Forsythe

From SaveTheWorld

The Myth that "Babies are People" Evidence can Trigger Roe's "Collapse Clause" is a Myth
(Repeat that sub-headline three times and it should come clear. If not, email me and I'll work on it some more.)

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I have written extensively about Clarke Forsythe's (head of Americans United for Life) pessimism about any hope of confronting legal abortion head-on in court. Links to my other writing are at [AUL Missing Opportunity] and at [Abortion Law Alabama]. Also on page XIX of my book, "How States can Outlaw Abortion in a Way that Survives Courts". The analysis here focuses on a 2009 article by him which says factual evidence that babies are in fact as human as the rest of us find no sympathy in Roe v. Wade. There is no "collapse clause" in Roe which is triggered by such evidence, he says.

This article was started by Dave Leach R-IA Bible Lover-musician-grandpa (talk) 02:33, 23 January 2020 (UTC) (Contributions, corrections, comments by other authors are separated with horizontal lines and are signed)


[A link to Forsythe's complete Article]

Roe DID say "we don't know when life begins"

Forsythe: The myth has been widely reported that Justice Blackmun stated in Roe that "we don't know when life begins."

Leach: Myth? The justices actually said if doctors and preachers can't agree when life begins, how are mere relatively ignorant judges supposed to know? Here's how Roe said it: "When those trained in the respective disciplines of medicine, philosophy, and theology are unable to arrive at any consensus, the judiciary, at this point in the development of man’s knowledge, is not in a position to speculate as to the answer.” Roe v. Wade, p. 159.

Forsythe: Some state legislatures have come to believe that they can answer that question by asserting that life begins at conception. What Blackmun actually wrote (pp. 156-157 of the Roe opinion) was: "The [state of Texas] argue[s] that the fetus is a 'person' within the language and meaning of the Fourteenth Amendment. In support of this, they outline at length and in detail the well-known facts of fetal development. If this suggestion of personhood is established, [Jane Roe's] case [for legal abortion], of course, collapses, for the fetus' right to life would then be guaranteed specifically by the Amendment."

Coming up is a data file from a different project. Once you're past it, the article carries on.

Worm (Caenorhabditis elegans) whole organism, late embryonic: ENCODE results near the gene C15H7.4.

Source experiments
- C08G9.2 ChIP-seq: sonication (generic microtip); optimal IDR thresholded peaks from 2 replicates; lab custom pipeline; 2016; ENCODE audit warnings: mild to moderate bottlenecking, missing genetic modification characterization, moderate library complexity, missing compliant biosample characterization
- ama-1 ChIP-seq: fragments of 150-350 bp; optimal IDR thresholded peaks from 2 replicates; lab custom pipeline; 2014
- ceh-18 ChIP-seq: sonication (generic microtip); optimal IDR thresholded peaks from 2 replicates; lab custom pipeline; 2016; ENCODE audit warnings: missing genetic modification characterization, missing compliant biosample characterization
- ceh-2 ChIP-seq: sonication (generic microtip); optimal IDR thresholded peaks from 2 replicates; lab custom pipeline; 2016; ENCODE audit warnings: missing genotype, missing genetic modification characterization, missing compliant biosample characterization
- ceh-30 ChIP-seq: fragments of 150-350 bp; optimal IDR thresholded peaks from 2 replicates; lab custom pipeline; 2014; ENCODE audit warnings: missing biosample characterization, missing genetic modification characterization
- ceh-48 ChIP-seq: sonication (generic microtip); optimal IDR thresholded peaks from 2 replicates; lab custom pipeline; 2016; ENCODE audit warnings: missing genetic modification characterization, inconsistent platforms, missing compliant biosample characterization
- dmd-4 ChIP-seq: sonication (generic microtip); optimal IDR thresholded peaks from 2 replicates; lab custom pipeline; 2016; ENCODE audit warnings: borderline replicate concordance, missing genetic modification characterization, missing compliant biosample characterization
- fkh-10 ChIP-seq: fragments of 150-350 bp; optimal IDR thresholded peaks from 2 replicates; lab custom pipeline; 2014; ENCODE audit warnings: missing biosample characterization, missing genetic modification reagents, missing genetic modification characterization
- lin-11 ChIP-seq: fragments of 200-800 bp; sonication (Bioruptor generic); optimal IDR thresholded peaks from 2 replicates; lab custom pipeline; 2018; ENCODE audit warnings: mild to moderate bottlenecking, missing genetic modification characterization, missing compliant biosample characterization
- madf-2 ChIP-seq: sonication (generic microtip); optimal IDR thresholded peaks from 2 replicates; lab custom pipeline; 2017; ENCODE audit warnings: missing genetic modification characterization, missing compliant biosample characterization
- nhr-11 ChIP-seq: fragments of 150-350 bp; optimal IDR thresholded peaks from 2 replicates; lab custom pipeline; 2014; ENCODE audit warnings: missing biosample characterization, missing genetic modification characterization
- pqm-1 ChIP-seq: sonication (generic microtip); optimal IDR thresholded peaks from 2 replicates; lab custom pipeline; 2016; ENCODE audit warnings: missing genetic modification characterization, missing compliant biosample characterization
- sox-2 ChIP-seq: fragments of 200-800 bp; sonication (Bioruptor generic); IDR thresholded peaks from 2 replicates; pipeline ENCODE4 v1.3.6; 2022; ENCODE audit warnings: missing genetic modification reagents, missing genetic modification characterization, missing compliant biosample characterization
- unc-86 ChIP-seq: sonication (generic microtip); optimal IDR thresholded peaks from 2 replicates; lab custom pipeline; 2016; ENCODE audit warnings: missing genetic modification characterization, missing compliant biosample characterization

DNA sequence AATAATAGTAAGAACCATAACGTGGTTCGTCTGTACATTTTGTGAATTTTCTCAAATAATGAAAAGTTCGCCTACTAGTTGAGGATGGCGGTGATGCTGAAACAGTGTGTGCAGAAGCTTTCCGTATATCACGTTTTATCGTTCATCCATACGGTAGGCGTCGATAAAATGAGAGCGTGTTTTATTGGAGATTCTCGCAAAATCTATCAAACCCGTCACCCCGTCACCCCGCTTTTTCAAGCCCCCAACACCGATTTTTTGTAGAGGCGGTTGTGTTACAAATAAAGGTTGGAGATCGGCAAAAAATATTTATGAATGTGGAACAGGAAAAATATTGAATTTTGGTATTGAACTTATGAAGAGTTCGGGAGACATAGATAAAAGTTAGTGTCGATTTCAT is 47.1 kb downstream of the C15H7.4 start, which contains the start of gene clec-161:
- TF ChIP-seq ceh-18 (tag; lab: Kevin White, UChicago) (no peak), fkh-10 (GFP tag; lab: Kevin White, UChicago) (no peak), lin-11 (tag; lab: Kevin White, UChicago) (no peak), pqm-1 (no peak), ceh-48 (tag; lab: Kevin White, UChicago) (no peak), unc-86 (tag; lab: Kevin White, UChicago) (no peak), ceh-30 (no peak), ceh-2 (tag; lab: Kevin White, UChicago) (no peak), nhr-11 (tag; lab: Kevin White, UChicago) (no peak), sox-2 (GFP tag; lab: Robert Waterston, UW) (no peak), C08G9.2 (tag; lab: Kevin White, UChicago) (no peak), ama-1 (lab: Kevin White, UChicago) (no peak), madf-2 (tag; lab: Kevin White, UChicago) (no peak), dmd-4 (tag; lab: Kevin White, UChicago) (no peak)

Leach: This is the infamous "collapse clause" of Roe v. Wade, which is quoted in the personhood fundraising letters that are mailed out every two months for decades. It does not as explicitly say judges don't know when life begins, but Forsythe quotes it as if he doesn't know about the more explicit statement. But this "collapse" clause just as definitely says, indirectly, that the judges "cannot tell", in the words of the Pharisees in Matthew 21:27.

Here are five things we can know from Roe's "collapse" clause, listed in my book "How States can Outlaw Abortion in a Way that Survives Courts", p. 39:

If this suggestion of personhood [of unborn babies] is established, 
the...case [for legalizing aborticide], of course, collapses, 
for the fetus’ right to life is then guaranteed specifically 
by the [14th] Amendment. Roe v. Wade, 410 US 113, 156

Roe’s “Collapse”.

This short “collapse” clause tells us five things:

(1) “Collapse” is possible. “Establishment” of the unborn as humans/persons, to an extent that SCOTUS will legally recognize it, is possible, and will transfer “constitutional protection” from people who kill babies to babies. Roe did not rule that unborn personhood could never be established by any other authority than itself. Roe’s “if” explicitly acknowledges both the possibility, and Roe’s own uncertainty whether it would happen.

(2) Authority greater than SCOTUS? The unspecified authority/agency of this “establishment” is not SCOTUS. Some other authority is better able or more qualified, than SCOTUS, to “establish” personhood in a way that could “collapse” the case for legal abortion.

Since there can be no greater legal authority than SCOTUS, this can only mean an authority over facts, an area where SCOTUS does indeed routinely defer to fact-finders as having superior authority.

It may be supposed that an amendment to the Constitution is what the Roe justices were thinking of as an authority superior to that of SCOTUS.

Well, maybe. But there is something about an amendment to the Constitution establishing unborn personhood that argues against it being thought of by the Roe justices, because it argues against its appropriateness to address abortion: no other Constitutional Amendment has attempted to establish a fact as true, as a matter of law.

It is therefore hard to imagine that a Constitutional Amendment can have greater power to establish the fact that all unborn babies are humans/persons, than today’s consensus of court-recognized fact finders that we already have.

(3) Authority less in doubt than SCOTUS? What must be “established” must be a fact question about which it is possible for the Roe court to be in doubt – not a question of American law, upon which SCOTUS is the world’s expert and cannot possibly be in doubt.1

(4) Evidence is welcome. Fact finders (ie. juries, legislatures, or expert witnesses) are invited to “establish” this fact if they can – SCOTUS’ alleged ignorance cannot rationally or legally be made an obstacle to letting fact finders “establish” this fact - although we are not told which of them, or how many of them, must agree before SCOTUS will consider the fact established “enough”.